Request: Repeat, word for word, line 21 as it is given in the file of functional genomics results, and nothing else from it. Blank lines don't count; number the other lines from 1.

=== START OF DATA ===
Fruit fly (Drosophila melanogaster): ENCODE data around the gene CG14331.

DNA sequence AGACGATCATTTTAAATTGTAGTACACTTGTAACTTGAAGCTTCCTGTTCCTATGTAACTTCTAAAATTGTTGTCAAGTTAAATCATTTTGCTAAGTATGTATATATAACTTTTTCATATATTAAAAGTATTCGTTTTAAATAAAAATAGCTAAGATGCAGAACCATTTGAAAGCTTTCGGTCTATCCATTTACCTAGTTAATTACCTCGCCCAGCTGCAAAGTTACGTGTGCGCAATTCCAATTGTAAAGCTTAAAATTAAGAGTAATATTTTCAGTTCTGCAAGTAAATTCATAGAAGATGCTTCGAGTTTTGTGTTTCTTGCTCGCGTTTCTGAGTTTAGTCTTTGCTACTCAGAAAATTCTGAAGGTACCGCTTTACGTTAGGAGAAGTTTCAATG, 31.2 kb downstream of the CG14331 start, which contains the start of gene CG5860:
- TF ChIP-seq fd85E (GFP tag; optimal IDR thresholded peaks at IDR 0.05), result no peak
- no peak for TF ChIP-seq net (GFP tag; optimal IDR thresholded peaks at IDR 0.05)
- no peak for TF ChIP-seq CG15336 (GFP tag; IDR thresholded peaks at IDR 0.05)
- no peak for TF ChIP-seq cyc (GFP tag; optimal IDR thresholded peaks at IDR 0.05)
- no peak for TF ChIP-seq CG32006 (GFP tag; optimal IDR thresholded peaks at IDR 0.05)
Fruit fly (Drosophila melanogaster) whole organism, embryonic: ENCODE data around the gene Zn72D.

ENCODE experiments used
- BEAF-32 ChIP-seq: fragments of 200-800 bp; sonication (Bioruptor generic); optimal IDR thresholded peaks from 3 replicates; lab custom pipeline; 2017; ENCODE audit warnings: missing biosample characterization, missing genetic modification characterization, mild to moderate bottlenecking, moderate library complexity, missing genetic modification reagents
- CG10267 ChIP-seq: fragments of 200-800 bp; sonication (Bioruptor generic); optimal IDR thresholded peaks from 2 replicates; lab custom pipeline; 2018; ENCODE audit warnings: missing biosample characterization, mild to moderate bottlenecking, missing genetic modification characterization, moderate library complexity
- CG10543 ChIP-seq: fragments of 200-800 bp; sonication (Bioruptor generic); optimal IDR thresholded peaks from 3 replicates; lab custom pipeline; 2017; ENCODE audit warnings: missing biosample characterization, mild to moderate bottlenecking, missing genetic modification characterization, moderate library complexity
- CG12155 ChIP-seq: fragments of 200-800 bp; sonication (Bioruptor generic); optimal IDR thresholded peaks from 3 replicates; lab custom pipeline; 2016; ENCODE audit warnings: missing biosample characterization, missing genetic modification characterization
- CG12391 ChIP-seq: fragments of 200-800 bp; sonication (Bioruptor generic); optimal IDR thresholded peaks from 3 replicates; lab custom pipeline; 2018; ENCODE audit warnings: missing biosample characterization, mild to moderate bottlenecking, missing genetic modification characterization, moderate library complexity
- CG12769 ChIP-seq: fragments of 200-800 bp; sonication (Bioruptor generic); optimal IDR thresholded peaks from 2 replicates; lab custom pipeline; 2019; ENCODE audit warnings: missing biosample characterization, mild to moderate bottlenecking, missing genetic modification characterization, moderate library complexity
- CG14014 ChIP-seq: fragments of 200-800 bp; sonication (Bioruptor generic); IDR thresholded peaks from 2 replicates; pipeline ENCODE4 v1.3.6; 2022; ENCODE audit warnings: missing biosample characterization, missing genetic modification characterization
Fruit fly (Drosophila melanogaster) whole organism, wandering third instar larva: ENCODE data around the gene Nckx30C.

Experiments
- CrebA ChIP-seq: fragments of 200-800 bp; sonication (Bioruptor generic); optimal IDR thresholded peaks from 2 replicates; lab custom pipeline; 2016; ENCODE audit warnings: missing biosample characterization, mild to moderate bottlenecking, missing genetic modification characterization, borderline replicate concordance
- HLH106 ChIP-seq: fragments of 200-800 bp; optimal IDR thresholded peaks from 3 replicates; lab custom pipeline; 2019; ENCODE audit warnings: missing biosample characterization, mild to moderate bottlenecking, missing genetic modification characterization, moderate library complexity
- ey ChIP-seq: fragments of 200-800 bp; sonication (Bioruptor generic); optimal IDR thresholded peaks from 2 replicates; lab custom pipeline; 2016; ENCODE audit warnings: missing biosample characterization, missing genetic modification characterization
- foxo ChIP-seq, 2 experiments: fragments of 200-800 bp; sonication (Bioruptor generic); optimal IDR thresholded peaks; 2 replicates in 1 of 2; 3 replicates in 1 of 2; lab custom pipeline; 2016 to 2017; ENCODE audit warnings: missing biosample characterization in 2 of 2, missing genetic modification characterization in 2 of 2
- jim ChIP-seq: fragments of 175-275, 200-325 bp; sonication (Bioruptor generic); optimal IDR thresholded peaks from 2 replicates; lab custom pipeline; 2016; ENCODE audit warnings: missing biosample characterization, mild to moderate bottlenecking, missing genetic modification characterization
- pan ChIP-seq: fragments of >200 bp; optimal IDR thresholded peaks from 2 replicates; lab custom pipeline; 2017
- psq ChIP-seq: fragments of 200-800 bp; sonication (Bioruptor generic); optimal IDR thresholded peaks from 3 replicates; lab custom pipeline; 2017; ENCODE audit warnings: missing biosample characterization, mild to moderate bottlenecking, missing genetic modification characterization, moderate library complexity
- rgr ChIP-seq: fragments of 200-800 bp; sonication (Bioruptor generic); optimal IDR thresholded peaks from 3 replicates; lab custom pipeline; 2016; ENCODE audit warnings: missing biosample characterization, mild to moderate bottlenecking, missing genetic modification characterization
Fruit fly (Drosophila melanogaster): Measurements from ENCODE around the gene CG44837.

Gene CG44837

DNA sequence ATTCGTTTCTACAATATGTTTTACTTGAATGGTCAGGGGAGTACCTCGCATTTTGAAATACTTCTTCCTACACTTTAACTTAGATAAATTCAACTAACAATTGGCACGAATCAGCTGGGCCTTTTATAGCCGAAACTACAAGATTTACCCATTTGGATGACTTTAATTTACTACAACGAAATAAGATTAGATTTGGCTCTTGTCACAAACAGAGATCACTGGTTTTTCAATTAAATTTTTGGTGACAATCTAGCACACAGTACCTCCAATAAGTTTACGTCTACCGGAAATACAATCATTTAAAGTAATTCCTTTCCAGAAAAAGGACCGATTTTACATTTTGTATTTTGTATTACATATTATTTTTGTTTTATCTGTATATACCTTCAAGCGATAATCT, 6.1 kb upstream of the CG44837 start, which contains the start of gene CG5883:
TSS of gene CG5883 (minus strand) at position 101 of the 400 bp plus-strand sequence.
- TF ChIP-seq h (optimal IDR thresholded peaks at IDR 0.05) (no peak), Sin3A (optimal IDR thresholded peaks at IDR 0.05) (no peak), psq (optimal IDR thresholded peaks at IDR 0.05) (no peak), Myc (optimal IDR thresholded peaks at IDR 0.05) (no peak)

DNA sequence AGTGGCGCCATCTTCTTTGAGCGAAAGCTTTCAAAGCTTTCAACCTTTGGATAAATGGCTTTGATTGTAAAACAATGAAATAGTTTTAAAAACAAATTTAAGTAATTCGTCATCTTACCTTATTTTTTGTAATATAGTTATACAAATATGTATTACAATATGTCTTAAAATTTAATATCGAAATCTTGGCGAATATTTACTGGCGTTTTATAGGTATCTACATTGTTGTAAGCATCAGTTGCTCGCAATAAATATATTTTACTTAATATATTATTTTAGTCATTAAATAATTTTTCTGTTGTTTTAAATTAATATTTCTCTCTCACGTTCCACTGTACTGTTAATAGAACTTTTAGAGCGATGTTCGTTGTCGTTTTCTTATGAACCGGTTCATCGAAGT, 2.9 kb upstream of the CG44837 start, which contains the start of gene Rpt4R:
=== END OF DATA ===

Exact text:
- ey ChIP-seq: fragments of 200-800 bp; sonication (Bioruptor generic); optimal IDR thresholded peaks from 2 replicates; lab custom pipeline; 2016; ENCODE audit warnings: missing biosample characterization, missing genetic modification characterization